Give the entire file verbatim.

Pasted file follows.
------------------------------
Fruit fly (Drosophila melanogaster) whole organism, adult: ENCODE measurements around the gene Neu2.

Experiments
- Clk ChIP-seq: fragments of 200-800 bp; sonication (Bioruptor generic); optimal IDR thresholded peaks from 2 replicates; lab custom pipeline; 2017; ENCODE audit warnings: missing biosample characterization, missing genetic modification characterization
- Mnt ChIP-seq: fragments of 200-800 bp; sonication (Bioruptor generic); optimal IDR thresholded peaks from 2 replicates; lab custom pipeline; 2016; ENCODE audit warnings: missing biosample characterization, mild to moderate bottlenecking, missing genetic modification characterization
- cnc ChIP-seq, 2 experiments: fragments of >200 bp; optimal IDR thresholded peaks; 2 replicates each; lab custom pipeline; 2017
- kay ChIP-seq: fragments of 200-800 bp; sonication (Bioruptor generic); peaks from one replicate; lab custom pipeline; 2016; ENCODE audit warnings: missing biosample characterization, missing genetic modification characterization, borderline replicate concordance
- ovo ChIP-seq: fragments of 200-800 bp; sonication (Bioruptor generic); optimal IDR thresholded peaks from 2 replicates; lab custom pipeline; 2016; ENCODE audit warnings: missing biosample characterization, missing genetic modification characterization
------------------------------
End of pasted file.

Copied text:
Fruit fly (Drosophila melanogaster) whole organism, adult: ENCODE measurements around the gene Neu2.

Experiments
- Clk ChIP-seq: fragments of 200-800 bp; sonication (Bioruptor generic); optimal IDR thresholded peaks from 2 replicates; lab custom pipeline; 2017; ENCODE audit warnings: missing biosample characterization, missing genetic modification characterization
- Mnt ChIP-seq: fragments of 200-800 bp; sonication (Bioruptor generic); optimal IDR thresholded peaks from 2 replicates; lab custom pipeline; 2016; ENCODE audit warnings: missing biosample characterization, mild to moderate bottlenecking, missing genetic modification characterization
- cnc ChIP-seq, 2 experiments: fragments of >200 bp; optimal IDR thresholded peaks; 2 replicates each; lab custom pipeline; 2017
- kay ChIP-seq: fragments of 200-800 bp; sonication (Bioruptor generic); peaks from one replicate; lab custom pipeline; 2016; ENCODE audit warnings: missing biosample characterization, missing genetic modification characterization, borderline replicate concordance
- ovo ChIP-seq: fragments of 200-800 bp; sonication (Bioruptor generic); optimal IDR thresholded peaks from 2 replicates; lab custom pipeline; 2016; ENCODE audit warnings: missing biosample characterization, missing genetic modification characterization